Many ideas, few opportunities

But VEXAG must also be responsive to available funding, which happens when NASA makes calls for proposals for cheaper Discovery missions, more expensive New Frontiers missions, and ride-along or international opportunities. In its report, the community recommends responding to the predicted proposal cadence before 2022 with orbiters or an atmospheric entry probe. And between 2023 and 2032, VEXAG recommended adding surface platforms (long- and short-lived) and aerial platforms to the wish list.

NASA's last Discovery call for proposals was in 2014, which generated five finalists — including two Venus missions: DAVINCI and VERITAS. According to Dyar, neither Venus mission was selected "for unclear reasons," although both were deemed selectable — meaning that they could have flown immediately. The proposals lost out to Psyche and Lucy, two missions that will study asteroids.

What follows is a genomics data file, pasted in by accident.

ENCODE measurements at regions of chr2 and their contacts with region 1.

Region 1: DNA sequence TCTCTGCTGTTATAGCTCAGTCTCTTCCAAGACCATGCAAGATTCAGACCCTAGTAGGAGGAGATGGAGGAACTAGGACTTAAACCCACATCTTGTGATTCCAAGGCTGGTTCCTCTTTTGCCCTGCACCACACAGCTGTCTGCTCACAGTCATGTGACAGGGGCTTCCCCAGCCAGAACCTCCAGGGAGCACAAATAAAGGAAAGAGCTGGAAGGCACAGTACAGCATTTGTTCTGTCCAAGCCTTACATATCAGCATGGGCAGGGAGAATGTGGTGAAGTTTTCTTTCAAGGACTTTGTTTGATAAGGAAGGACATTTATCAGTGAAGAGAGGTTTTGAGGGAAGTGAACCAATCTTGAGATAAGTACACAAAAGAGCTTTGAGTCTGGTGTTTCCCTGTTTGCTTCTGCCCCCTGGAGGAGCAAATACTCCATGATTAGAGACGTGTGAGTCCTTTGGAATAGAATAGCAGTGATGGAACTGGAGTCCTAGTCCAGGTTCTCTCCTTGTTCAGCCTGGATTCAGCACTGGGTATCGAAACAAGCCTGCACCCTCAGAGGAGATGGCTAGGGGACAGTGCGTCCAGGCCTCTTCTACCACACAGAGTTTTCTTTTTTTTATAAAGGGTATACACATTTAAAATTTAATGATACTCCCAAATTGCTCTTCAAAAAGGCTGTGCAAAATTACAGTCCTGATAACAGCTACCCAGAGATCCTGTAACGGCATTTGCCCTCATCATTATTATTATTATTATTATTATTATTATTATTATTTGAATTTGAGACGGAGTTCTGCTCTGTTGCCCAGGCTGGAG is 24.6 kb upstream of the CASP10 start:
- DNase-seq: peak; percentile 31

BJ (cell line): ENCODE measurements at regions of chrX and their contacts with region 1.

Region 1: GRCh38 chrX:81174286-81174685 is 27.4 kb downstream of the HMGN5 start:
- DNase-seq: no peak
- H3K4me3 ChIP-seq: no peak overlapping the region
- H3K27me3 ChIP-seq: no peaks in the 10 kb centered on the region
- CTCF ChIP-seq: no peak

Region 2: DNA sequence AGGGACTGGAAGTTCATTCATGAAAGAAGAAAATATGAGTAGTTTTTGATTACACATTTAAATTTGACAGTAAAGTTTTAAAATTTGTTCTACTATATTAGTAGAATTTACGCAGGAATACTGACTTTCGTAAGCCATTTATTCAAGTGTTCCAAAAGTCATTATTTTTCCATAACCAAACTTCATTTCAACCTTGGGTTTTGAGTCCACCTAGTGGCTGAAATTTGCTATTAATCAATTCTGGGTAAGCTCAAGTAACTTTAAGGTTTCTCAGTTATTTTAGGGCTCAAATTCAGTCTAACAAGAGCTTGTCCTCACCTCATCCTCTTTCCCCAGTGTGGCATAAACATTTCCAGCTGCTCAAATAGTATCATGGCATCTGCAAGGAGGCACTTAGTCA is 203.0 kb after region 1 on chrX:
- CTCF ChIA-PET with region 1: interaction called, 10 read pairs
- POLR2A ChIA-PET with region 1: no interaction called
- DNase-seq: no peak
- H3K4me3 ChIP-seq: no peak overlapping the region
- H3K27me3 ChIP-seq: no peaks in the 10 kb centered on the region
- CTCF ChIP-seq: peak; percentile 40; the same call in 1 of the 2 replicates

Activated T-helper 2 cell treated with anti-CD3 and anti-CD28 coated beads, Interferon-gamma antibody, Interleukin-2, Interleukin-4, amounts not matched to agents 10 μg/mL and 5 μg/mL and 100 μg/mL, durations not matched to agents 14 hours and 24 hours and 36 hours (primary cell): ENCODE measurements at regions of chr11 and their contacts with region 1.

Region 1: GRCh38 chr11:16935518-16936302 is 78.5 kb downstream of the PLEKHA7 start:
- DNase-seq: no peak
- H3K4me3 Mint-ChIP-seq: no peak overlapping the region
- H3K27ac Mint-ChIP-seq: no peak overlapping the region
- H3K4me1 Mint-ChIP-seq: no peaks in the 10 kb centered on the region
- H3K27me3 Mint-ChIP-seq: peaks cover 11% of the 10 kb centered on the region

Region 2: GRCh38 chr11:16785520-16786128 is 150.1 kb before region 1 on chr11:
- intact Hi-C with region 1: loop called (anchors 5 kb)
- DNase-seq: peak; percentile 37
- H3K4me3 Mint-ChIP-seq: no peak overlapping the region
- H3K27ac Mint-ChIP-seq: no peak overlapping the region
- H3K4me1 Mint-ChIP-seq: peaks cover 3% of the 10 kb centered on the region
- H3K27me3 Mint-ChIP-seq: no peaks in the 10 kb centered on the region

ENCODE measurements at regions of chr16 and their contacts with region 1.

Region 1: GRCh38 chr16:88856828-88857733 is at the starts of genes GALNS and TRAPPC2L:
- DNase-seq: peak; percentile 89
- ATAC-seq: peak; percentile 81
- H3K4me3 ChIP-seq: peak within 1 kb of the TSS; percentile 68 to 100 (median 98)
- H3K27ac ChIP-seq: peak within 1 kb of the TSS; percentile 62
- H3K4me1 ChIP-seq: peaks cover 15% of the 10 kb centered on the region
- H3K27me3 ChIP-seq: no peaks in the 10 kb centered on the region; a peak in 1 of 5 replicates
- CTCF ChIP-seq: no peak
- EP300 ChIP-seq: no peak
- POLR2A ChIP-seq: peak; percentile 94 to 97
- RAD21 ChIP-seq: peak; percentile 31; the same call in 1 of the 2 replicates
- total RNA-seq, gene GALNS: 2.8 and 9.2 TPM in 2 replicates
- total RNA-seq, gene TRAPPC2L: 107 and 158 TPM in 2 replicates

The last New Frontiers opportunity was in 2016, and the community submitted a Venus mission called VOX (Venus Origins Explorer), which would focus on high-resolution topography or altitude maps of the surface. While VOX was deemed selectable, NASA did not choose it as a finalist; the winner of that opportunity is Dragonfly, which will fly on the surface of Saturn's moon Titan.

NASA's last dedicated mission to Venus was Magellan, which entered orbit in October 1990 and was deorbited four years later. The agency has flown by the planet since with Galileo, Cassini and MESSENGER en route to other planets. Meanwhile, the European Space Agency operated Venus Express at Venus between 2006 and 2014, and Japan's Akatsuki mission successfully entered orbit there in 2015 on its second attempt. Akatsuki is the only operational mission at Venus right now.